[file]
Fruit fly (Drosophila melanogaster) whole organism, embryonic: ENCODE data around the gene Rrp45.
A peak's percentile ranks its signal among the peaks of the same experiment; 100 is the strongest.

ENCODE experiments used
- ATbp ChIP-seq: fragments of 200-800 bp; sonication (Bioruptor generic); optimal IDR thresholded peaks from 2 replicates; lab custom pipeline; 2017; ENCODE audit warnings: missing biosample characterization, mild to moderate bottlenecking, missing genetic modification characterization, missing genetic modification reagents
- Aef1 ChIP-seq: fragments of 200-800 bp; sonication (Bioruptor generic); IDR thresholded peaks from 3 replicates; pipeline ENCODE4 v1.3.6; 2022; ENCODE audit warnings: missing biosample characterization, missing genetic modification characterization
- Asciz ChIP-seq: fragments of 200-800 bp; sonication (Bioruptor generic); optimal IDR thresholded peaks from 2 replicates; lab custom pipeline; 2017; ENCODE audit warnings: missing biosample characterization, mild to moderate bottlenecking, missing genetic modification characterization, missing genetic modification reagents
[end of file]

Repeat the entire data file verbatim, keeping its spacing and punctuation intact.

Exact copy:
Fruit fly (Drosophila melanogaster) whole organism, embryonic: ENCODE data around the gene Rrp45.
A peak's percentile ranks its signal among the peaks of the same experiment; 100 is the strongest.

ENCODE experiments used
- ATbp ChIP-seq: fragments of 200-800 bp; sonication (Bioruptor generic); optimal IDR thresholded peaks from 2 replicates; lab custom pipeline; 2017; ENCODE audit warnings: missing biosample characterization, mild to moderate bottlenecking, missing genetic modification characterization, missing genetic modification reagents
- Aef1 ChIP-seq: fragments of 200-800 bp; sonication (Bioruptor generic); IDR thresholded peaks from 3 replicates; pipeline ENCODE4 v1.3.6; 2022; ENCODE audit warnings: missing biosample characterization, missing genetic modification characterization
- Asciz ChIP-seq: fragments of 200-800 bp; sonication (Bioruptor generic); optimal IDR thresholded peaks from 2 replicates; lab custom pipeline; 2017; ENCODE audit warnings: missing biosample characterization, mild to moderate bottlenecking, missing genetic modification characterization, missing genetic modification reagents